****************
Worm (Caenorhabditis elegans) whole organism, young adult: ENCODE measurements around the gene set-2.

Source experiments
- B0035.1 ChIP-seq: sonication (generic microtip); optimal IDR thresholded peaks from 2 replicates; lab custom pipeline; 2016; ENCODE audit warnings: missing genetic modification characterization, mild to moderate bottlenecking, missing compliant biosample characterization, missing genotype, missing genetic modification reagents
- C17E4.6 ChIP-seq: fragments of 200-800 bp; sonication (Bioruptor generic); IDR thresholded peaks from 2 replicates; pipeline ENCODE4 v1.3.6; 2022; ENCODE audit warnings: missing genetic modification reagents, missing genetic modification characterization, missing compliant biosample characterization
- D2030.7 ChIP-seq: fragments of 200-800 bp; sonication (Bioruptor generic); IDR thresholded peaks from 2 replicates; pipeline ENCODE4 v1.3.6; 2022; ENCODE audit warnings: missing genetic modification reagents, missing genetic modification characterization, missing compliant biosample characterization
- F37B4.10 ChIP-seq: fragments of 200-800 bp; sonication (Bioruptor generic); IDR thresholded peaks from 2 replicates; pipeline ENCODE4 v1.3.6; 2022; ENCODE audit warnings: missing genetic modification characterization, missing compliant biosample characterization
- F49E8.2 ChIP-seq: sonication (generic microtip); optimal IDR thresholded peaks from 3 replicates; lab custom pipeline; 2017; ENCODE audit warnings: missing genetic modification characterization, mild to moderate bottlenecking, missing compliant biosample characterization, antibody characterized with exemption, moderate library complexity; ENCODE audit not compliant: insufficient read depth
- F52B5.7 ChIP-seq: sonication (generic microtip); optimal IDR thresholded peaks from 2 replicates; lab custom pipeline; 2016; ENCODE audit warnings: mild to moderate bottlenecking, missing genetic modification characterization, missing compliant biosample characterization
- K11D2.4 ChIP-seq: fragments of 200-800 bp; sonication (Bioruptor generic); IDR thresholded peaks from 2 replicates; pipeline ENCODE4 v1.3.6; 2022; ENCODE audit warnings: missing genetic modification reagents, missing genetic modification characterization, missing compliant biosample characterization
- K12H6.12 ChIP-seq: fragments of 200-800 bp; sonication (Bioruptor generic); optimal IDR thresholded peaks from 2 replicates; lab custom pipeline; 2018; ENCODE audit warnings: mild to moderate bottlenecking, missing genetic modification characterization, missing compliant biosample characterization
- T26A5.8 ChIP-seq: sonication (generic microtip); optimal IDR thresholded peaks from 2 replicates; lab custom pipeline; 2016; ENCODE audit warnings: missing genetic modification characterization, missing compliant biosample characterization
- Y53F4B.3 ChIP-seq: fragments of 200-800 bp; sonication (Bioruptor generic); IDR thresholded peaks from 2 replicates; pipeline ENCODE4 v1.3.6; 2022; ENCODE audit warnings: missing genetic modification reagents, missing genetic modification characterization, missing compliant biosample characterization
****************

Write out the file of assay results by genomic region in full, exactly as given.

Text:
Worm (Caenorhabditis elegans) whole organism, young adult: ENCODE measurements around the gene set-2.

Source experiments
- B0035.1 ChIP-seq: sonication (generic microtip); optimal IDR thresholded peaks from 2 replicates; lab custom pipeline; 2016; ENCODE audit warnings: missing genetic modification characterization, mild to moderate bottlenecking, missing compliant biosample characterization, missing genotype, missing genetic modification reagents
- C17E4.6 ChIP-seq: fragments of 200-800 bp; sonication (Bioruptor generic); IDR thresholded peaks from 2 replicates; pipeline ENCODE4 v1.3.6; 2022; ENCODE audit warnings: missing genetic modification reagents, missing genetic modification characterization, missing compliant biosample characterization
- D2030.7 ChIP-seq: fragments of 200-800 bp; sonication (Bioruptor generic); IDR thresholded peaks from 2 replicates; pipeline ENCODE4 v1.3.6; 2022; ENCODE audit warnings: missing genetic modification reagents, missing genetic modification characterization, missing compliant biosample characterization
- F37B4.10 ChIP-seq: fragments of 200-800 bp; sonication (Bioruptor generic); IDR thresholded peaks from 2 replicates; pipeline ENCODE4 v1.3.6; 2022; ENCODE audit warnings: missing genetic modification characterization, missing compliant biosample characterization
- F49E8.2 ChIP-seq: sonication (generic microtip); optimal IDR thresholded peaks from 3 replicates; lab custom pipeline; 2017; ENCODE audit warnings: missing genetic modification characterization, mild to moderate bottlenecking, missing compliant biosample characterization, antibody characterized with exemption, moderate library complexity; ENCODE audit not compliant: insufficient read depth
- F52B5.7 ChIP-seq: sonication (generic microtip); optimal IDR thresholded peaks from 2 replicates; lab custom pipeline; 2016; ENCODE audit warnings: mild to moderate bottlenecking, missing genetic modification characterization, missing compliant biosample characterization
- K11D2.4 ChIP-seq: fragments of 200-800 bp; sonication (Bioruptor generic); IDR thresholded peaks from 2 replicates; pipeline ENCODE4 v1.3.6; 2022; ENCODE audit warnings: missing genetic modification reagents, missing genetic modification characterization, missing compliant biosample characterization
- K12H6.12 ChIP-seq: fragments of 200-800 bp; sonication (Bioruptor generic); optimal IDR thresholded peaks from 2 replicates; lab custom pipeline; 2018; ENCODE audit warnings: mild to moderate bottlenecking, missing genetic modification characterization, missing compliant biosample characterization
- T26A5.8 ChIP-seq: sonication (generic microtip); optimal IDR thresholded peaks from 2 replicates; lab custom pipeline; 2016; ENCODE audit warnings: missing genetic modification characterization, missing compliant biosample characterization
- Y53F4B.3 ChIP-seq: fragments of 200-800 bp; sonication (Bioruptor generic); IDR thresholded peaks from 2 replicates; pipeline ENCODE4 v1.3.6; 2022; ENCODE audit warnings: missing genetic modification reagents, missing genetic modification characterization, missing compliant biosample characterization